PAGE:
Notable here is the confirmation that the sensus fidelium is critical in determining whether a doctrine can be called infallible teaching.
Of the ordinary magisterium, the Second Vatican Council said: "Bishops, teaching in communion with the Roman Pontiff, are to be respected by all as witnesses to divine and Catholic truth. In matters of faith and morals, the bishops speak in the name of Christ and the faithful are to accept their teaching and adhere to it with a religious assent." The ordinary magisterium includes the potentially fallible teachings of the pope and ecumenical Councils (i.e., not given ex cathedra) and, more commonly, of individual Bishops or groups of Bishops as taken separately from the whole College of Bishops. Such teachings are fallible and could possibly contain errors; they are subject to revisions or revocation. In the case of the teachings of individual bishops to their diocese, there can of course even be disagreement among the individual bishops on such issues. However, these potentially fallible teachings are necessary to contribute to the development of doctrine.
Example of ordinary magisterium includes the social teachings of recent popes or theological opinions that the Popes or bishops make public. Catholics are not free to merely dismiss such teachings. The Church demands a "submission of the intellect and will" to them, even if not supernatural faith. However, this is to varying degrees depending on a variety of things, especially when teachers disagree. Catholics must respectfully hear all opinions from equal authorities and judge which is best, makes more sense, and is more consonant with the tradition of the whole history of the Church. However, the use of a higher level of authority trumps past disagreement—for example, if a pope condemns the teaching of a bishop (even if both the condemnation and the teaching are fallible), or if an infallible teaching disagrees with a past fallible teaching. Catholics are free to weigh a variety of factors, however, in judging divergent opinions. In the end all must follow their own, well-formed conscience.
Infallible teachings can be divided into two categories of precedence. The highest are called de fide credenda teachings, that is to say teachings defined as explicitly and specifically revealed in the deposit of faith: "Wherefore, by divine and Catholic faith all those things are to be believed which are contained in the word of God as found in Scripture and Tradition, and which are proposed by the Church as matters to be believed as divinely revealed, whether by her solemn judgment or in her ordinary and universal Magisterium." (First Vatican Council, Dei Filius 8.) The other category are called de fide tenenda teachings. These are equally infallible but are proposed not as being explicitly in the deposit of faith, but nevertheless implied by it or intrinsically connected to it logically or historically. These too demand supernatural faith, but not specifically in themselves on the authority of the Word of God. Further discernment may lead to the conclusion that a de fide tenenda teaching is not merely implied by the deposit of faith, but explicitly contained and thus it may advance to de fide credenda status.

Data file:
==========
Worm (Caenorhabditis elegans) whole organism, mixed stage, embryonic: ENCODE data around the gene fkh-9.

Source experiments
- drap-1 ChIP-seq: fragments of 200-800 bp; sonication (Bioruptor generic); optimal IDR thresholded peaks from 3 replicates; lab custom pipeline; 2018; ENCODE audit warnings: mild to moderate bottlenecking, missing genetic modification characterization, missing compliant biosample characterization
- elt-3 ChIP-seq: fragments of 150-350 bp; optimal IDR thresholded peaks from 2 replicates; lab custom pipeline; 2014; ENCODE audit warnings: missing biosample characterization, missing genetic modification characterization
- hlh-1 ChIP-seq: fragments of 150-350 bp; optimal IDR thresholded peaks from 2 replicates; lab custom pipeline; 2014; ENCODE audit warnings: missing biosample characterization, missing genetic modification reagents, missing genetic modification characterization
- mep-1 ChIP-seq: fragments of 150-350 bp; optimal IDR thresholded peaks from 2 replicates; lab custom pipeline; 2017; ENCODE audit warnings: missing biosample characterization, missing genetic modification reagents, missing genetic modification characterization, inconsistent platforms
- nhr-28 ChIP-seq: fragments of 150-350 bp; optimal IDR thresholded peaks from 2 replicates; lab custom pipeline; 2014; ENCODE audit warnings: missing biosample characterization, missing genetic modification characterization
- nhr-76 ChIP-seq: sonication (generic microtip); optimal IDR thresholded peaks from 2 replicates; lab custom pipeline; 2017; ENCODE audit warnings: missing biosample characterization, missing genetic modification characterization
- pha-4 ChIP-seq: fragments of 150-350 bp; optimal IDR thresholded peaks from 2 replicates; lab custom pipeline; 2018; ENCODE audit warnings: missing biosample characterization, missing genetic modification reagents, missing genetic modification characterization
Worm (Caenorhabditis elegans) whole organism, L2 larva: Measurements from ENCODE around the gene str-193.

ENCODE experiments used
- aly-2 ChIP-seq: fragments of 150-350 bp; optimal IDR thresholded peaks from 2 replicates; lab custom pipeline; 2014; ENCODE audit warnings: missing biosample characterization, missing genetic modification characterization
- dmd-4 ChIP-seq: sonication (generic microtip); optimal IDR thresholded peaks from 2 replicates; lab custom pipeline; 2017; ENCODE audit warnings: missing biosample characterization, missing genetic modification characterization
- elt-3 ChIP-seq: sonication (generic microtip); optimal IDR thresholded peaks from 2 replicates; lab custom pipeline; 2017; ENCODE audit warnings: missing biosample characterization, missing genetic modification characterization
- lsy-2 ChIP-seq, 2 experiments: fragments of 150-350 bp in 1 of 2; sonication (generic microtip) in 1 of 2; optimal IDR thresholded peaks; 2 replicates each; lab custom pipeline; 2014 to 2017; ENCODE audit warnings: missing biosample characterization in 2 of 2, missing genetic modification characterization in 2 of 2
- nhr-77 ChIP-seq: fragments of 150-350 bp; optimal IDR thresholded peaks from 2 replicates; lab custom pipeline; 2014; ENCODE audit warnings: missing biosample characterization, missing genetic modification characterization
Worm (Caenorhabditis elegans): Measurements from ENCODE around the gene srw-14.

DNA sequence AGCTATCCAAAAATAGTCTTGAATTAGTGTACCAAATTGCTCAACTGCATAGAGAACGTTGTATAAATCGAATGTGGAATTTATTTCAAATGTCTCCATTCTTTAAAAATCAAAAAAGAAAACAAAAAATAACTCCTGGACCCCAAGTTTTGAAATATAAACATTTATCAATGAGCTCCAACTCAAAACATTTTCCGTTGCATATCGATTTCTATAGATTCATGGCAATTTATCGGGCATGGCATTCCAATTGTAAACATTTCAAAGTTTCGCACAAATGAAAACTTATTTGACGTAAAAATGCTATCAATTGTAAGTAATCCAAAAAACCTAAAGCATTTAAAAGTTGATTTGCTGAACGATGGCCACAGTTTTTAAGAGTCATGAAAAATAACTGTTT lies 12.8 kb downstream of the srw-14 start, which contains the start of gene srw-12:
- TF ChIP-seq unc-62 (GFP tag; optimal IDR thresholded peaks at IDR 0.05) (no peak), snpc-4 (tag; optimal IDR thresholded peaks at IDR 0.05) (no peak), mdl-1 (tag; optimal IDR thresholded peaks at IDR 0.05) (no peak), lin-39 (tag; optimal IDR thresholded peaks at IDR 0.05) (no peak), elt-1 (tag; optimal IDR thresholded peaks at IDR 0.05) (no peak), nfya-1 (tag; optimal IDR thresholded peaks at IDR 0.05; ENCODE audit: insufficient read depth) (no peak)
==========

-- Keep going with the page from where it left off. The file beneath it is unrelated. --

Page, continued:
Both extraordinary definitions and the universal magisterium may teach de fide credenda or de fide tenenda teachings. An example of de fide credenda teachings taught by extraordinary definition are the Christological teachings of the early ecumenical councils or the Marian dogmas of the Immaculate Conception and Assumption taught by the popes.
An example of de fide credenda teachings taught by infallible ordinary and universal magisterium include the immorality of directly taking an innocent human life.
Examples of de fide tenenda teachings taught by extraordinary definition include the canonizations of saints and Pope Leo XIII's declaration of Anglican orders as null and void (so-called "dogmatic facts"). Neither of these could advance to de fide credenda status as they are contingent on historical facts. However, certain teachings on grace and justification from the Council of Trent, currently regarded as infallible but only de fide tenenda due to disagreement about whether they are explicitly contained in the deposit of faith or merely logically implied, could someday advance to de fide credenda status either through extraordinary definition or through the consensus of the universal magisterium.